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April 24, 2024
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Veterans groups join calls for Biden administration to reschedule marijuana

Veterans groups join calls for Biden administration to reschedule marijuana

WASHINGTON — Some of the nation’s largest veterans groups are pushing the Biden administration to “expeditiously” ease federal restrictions on marijuana, joining a growing number of calls to reschedule the drug six months after the Department of Health and Human Services recommended doing so.

In a letter first obtained by NBC News, veterans groups urged the Justice Department, which oversees the Drug Enforcement Administration, to act quickly.

“The men and women who served in the U.S. Armed Forces often face difficult physical and mental challenges upon returning home,” wrote the groups, which include the Iraq and Afghanistan Veterans of America, AMVETS, American GI Forum, the American Legion, Blinded Veterans Association, and the Minority Veterans of America. “As such, we hope that in treating the wounds of war — both visible and invisible — that our servicemembers and veterans would have access to the widest array of possible treatments.”

Cannabis is currently classified as a Schedule 1 drug, which means it has a high potential for abuse and no accepted medical use in treatment, alongside substances like heroin. The Department of Health and Human Services has recommended rescheduling it to Schedule 3, which is far less restrictive.

President Joe Biden ordered a review of federal marijuana policy in October 2022, and a formal decision from the DEA is expected soon, potentially in the coming weeks, according to two people with knowledge of plans.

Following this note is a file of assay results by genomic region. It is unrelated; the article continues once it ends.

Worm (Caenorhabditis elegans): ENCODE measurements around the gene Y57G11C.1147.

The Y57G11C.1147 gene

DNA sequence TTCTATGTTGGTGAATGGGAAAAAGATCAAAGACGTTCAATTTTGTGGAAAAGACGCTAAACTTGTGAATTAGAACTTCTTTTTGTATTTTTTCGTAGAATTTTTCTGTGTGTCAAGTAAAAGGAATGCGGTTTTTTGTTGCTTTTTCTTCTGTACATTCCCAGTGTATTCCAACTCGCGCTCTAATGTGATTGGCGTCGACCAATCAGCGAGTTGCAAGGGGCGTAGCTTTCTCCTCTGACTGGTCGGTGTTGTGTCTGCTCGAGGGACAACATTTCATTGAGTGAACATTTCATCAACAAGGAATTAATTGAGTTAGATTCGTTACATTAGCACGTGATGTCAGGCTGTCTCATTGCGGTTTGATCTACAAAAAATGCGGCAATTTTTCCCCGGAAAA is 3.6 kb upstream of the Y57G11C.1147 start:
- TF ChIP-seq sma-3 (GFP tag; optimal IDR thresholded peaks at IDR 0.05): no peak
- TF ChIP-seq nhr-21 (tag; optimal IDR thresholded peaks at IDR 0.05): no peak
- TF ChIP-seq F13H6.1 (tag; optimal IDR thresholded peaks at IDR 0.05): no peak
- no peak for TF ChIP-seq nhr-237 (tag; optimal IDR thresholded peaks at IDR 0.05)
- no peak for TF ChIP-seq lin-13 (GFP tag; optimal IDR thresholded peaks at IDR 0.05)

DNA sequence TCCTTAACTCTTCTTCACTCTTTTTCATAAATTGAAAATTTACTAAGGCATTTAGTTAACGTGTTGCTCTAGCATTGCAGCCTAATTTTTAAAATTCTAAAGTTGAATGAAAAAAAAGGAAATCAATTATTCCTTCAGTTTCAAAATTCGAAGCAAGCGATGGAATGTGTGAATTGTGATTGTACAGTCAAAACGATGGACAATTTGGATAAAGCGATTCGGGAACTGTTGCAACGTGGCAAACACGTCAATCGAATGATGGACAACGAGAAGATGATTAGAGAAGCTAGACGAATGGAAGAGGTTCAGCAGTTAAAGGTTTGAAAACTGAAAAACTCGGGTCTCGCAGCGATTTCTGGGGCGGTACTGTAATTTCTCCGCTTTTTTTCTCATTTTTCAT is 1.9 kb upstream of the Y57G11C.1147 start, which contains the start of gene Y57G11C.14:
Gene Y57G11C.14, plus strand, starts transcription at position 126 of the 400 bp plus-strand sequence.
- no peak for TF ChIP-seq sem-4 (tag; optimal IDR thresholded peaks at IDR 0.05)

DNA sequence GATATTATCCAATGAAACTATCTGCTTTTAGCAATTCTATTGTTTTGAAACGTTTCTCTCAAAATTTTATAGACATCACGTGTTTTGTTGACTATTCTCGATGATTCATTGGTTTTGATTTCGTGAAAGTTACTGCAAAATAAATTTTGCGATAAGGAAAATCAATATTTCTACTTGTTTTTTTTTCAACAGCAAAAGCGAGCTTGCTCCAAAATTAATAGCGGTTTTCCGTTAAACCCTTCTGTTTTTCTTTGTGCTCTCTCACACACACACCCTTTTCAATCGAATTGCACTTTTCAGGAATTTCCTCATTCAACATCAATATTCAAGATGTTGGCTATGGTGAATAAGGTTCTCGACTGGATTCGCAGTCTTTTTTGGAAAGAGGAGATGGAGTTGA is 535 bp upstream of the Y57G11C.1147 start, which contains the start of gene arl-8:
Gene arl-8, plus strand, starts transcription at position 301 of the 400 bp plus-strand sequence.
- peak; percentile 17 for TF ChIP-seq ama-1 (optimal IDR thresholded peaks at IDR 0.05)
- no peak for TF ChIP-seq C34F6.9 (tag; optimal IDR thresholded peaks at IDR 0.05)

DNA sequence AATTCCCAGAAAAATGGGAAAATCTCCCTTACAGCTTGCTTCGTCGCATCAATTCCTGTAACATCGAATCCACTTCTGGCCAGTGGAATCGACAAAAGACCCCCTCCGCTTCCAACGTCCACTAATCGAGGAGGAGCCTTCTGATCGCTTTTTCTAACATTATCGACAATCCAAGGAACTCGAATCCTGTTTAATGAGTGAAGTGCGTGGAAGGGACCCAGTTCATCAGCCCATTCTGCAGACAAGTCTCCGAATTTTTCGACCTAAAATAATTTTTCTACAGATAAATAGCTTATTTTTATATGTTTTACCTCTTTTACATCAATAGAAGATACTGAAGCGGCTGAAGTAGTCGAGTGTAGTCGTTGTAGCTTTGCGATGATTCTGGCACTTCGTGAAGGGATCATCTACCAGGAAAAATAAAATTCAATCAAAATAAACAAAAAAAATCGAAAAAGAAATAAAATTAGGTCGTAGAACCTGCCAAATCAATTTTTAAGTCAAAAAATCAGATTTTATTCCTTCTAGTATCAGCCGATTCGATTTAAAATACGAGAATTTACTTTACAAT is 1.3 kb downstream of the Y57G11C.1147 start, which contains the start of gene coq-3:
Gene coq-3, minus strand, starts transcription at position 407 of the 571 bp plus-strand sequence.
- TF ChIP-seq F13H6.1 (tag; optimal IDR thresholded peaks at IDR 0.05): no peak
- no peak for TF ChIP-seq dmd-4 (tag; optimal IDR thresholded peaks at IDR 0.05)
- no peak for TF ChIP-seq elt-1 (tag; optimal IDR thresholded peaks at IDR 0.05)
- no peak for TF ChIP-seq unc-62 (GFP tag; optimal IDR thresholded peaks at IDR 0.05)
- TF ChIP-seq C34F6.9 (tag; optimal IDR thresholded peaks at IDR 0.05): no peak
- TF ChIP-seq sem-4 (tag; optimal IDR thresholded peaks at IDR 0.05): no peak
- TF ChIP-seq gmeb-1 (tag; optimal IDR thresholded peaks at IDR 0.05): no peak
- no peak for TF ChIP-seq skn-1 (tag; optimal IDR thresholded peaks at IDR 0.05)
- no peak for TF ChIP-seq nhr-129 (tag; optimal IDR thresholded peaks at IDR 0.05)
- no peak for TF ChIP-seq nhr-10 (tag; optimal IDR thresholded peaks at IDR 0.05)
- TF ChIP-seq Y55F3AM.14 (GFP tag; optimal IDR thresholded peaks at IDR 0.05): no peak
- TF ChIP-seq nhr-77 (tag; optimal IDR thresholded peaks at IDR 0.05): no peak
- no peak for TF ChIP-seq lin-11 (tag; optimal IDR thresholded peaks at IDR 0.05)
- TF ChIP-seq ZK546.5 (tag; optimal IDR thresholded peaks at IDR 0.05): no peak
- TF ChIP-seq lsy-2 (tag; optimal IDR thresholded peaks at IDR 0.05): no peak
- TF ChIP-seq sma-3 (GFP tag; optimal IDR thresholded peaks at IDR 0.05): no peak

Though the Department of Veterans Affairs is prohibited from denying health services to veterans who use marijuana in states where it is legal, the agency does not offer medical marijuana as a treatment for veterans or pay for medical marijuana prescriptions from any source — even in the more than 40 states where cannabis is legal in some form. Last summer, the VA and the Defense Department released a joint recommendation against the use of marijuana for the treatment of post-traumatic stress disorder.

But the veterans groups wrote that their members want the option, citing a survey conducted by the American Legion in which 82% of respondents said they want medical cannabis as a federally legal treatment option.

The groups said that without the ruling from the DEA, “many veterans remain uncomfortable discussing cannabis use with their VA providers due to fear of retribution.”

“We understand that the administrative scheduling process involves several steps, but the sooner the DEA moves forward with a reclassification of cannabis, the sooner it could potentially be integrated into the [Veterans Health Administration] — our nation’s largest healthcare system,” they wrote.

The letter follows increasing momentum in Congress to adjust federal cannabis policy. Lawmakers in both chambers and both parties introduced a slew of bills related to veterans and cannabis over the last year, including legislation that would allow VA doctors to recommend medical marijuana to their patients in states where it is legal, and a separate bill that would mandate that the VA study various effects of cannabis on veterans with chronic pain and PTSD.

A major, bipartisan package passed out of the Senate Veterans’ Affairs Committee, chaired by Sen. Jon Tester, D-Mont., last year but was ultimately blocked by Republicans on the floor.

Voters increasingly favor legalizing marijuana. A Gallup Poll conducted in October found that 70% of American adults support legalization, an all-time high, including 55% of Republicans and more than two-thirds of voters under age 55.

Last month, a group of Democrats including Senate Majority Leader Chuck Schumer of New York sent a letter to the DEA urging it to de-schedule cannabis altogether, highlighting “a window of opportunity … that has not existed in decades” for the Biden administration to do so.

Julie Tsirkin

Julie Tsirkin is a correspondent covering Capitol Hill.

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